Call for vigilance and transparency to curb spread of Mpox - 09 June 2024

Department of Health 2024/06/09 - 22:00

The National Department of Health (DoH) continues to appeal to members of the public who have been in close contact with known or suspected patient(s) of Mpox disease (previously named monkeypox) to cooperate with health officials and present at the nearest health facility or healthcare provider without delays for clinical evaluation to ensure early diagnosis and effective treatment if they test positive.

This call comes after the National Institute for Communicable Diseases (NICD) informed the department of two more positive cases of Mpox in the past week, both confirmed from local health facilities (Addington and St Augustine Hospitals) in Durban, KwaZulu-Natal. 

The preliminary case finding report revealed that the two recent cases had contact with the other previously confirmed case in the province, and this suggests that there is a local transmission of the disease which could potentially to lead to larger outbreak in the province. This brings the total number of laboratory-confirmed cases in the country to four (three in KwaZulu-Natal and one in Gauteng); all of them are South African males of mid and late 30s.

Mpox virus is transmitted from one person to another by close contact with lesions, sexual contact, body fluids, respiratory droplets and contaminated materials such as bedding. The incubation period of mpox is usually from 6 to 13 days but can range from 5 to 21 days. The health officials rely on transparency and cooperation from cases/patients for contact tracing and case finding in order to determine the rate of transmission of this infectious virus at community level.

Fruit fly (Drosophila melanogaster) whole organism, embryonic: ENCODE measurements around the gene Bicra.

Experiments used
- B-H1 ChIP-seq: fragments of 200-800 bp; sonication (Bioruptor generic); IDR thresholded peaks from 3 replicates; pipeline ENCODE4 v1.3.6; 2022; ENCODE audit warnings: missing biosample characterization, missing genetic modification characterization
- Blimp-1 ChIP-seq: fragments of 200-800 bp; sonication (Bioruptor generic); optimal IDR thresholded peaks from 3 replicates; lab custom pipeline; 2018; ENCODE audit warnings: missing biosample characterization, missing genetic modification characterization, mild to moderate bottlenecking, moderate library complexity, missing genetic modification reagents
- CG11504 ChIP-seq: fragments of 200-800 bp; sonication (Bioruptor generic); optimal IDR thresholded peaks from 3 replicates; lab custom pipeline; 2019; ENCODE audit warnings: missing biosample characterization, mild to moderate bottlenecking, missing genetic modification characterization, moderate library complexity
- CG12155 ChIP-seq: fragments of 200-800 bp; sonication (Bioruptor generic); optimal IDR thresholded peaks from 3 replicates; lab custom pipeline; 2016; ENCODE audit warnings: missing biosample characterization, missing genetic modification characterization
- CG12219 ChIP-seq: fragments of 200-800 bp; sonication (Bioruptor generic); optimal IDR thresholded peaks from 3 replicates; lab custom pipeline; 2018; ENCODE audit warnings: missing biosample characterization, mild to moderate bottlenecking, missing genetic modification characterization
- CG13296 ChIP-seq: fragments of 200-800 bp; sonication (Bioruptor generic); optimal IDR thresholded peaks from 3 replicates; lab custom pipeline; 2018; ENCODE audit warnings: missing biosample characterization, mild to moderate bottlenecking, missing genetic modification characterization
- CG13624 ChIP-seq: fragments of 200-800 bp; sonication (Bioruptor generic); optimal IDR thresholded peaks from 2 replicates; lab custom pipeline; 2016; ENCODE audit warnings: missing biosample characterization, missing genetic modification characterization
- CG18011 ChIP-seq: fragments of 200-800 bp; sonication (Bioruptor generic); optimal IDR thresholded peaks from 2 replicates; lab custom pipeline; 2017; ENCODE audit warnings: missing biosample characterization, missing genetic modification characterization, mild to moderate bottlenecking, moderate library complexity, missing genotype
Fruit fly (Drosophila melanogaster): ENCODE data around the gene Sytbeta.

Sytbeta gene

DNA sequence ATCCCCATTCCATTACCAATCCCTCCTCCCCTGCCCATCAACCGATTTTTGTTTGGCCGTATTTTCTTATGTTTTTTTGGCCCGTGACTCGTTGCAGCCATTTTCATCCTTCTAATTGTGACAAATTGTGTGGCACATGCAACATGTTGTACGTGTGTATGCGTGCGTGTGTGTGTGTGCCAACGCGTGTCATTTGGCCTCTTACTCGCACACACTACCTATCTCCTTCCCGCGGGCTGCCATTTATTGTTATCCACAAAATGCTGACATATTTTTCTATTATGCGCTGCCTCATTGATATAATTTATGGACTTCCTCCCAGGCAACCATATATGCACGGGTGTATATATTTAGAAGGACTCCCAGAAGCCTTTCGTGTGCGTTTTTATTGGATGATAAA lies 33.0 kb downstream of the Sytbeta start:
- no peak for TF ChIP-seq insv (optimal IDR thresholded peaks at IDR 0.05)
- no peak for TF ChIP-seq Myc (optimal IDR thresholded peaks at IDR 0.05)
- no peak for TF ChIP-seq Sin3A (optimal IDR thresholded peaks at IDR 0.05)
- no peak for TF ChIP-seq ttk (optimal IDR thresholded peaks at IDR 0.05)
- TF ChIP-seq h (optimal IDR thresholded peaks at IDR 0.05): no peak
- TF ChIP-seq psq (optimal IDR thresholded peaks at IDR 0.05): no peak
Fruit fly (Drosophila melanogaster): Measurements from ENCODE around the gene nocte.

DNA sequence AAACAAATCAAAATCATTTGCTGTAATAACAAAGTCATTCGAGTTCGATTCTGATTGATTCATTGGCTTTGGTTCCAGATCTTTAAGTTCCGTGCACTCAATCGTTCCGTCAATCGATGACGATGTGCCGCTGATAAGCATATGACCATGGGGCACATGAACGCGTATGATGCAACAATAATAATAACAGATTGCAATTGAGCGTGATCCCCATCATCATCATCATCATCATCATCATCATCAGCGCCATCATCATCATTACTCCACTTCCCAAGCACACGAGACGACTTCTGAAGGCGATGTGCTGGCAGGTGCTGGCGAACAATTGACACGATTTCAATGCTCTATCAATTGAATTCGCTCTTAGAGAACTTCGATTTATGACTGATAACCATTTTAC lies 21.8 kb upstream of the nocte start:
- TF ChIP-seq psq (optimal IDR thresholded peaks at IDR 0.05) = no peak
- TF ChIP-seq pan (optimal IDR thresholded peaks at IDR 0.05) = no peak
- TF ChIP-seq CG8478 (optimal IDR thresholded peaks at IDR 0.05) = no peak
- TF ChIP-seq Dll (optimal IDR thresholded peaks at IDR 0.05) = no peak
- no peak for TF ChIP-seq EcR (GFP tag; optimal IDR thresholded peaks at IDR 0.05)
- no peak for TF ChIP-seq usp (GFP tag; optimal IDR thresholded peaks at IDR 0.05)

"The department would like to applaud the patients whose honesty and courage during the investigation process, assisted officials to trace suspected cases who also tested positive. Thus, it is through transparency of both confirmed and suspected cases that the government can prevent further transmission and avoidable deaths.

"The Department in collaboration with various stakeholders in the sector is intensifying epidemiology and surveillance, and awareness activities. These will also help to address social stigma which contributes to people's decision not to openly speak out because they suspect communities will not accept them due to their health conditions. In most cases, stigma contributes to the spread of the virus thereby making the outbreak and transmission worse," explains acting head of communication Foster Mohale.

Some of the common symptoms of Mpox include a rash which may last for 2–4 weeks, fever, headache, muscle aches, back pain, low energy and swollen glands (lymph nodes). The painful rash looks like blisters or sores, and can affect the face, palms of the hands, soles of the feet, groin, genital and/or anal regions.

However, the NDoH has assured the public that there is no need for public to panic as the situation remains under control, and the department will keep the public informed of any development around this area. For more information, visit the National Institute of Communicable Diseases website:


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